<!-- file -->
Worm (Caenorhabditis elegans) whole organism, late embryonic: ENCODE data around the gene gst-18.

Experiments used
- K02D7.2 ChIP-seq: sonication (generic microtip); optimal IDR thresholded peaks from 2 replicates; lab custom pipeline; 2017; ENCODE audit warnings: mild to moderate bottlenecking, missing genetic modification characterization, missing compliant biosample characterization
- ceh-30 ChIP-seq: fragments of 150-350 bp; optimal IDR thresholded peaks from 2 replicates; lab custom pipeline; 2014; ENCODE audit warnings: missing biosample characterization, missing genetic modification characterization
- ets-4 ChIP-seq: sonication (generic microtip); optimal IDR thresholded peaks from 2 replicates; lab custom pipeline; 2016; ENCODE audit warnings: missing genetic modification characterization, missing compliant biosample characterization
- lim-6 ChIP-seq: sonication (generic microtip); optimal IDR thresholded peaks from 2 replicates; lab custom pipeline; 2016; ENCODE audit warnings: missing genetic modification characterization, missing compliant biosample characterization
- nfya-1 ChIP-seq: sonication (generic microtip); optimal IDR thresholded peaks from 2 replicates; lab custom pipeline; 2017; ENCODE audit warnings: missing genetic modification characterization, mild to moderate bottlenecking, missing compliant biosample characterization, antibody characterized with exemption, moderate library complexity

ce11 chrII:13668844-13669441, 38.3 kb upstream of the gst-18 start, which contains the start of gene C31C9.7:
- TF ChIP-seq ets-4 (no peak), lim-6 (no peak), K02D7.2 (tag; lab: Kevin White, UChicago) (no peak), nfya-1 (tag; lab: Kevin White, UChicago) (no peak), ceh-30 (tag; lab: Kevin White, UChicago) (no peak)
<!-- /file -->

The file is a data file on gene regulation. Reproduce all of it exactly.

Worm (Caenorhabditis elegans) whole organism, late embryonic: ENCODE data around the gene gst-18.

Experiments used
- K02D7.2 ChIP-seq: sonication (generic microtip); optimal IDR thresholded peaks from 2 replicates; lab custom pipeline; 2017; ENCODE audit warnings: mild to moderate bottlenecking, missing genetic modification characterization, missing compliant biosample characterization
- ceh-30 ChIP-seq: fragments of 150-350 bp; optimal IDR thresholded peaks from 2 replicates; lab custom pipeline; 2014; ENCODE audit warnings: missing biosample characterization, missing genetic modification characterization
- ets-4 ChIP-seq: sonication (generic microtip); optimal IDR thresholded peaks from 2 replicates; lab custom pipeline; 2016; ENCODE audit warnings: missing genetic modification characterization, missing compliant biosample characterization
- lim-6 ChIP-seq: sonication (generic microtip); optimal IDR thresholded peaks from 2 replicates; lab custom pipeline; 2016; ENCODE audit warnings: missing genetic modification characterization, missing compliant biosample characterization
- nfya-1 ChIP-seq: sonication (generic microtip); optimal IDR thresholded peaks from 2 replicates; lab custom pipeline; 2017; ENCODE audit warnings: missing genetic modification characterization, mild to moderate bottlenecking, missing compliant biosample characterization, antibody characterized with exemption, moderate library complexity

ce11 chrII:13668844-13669441, 38.3 kb upstream of the gst-18 start, which contains the start of gene C31C9.7:
- TF ChIP-seq ets-4 (no peak), lim-6 (no peak), K02D7.2 (tag; lab: Kevin White, UChicago) (no peak), nfya-1 (tag; lab: Kevin White, UChicago) (no peak), ceh-30 (tag; lab: Kevin White, UChicago) (no peak)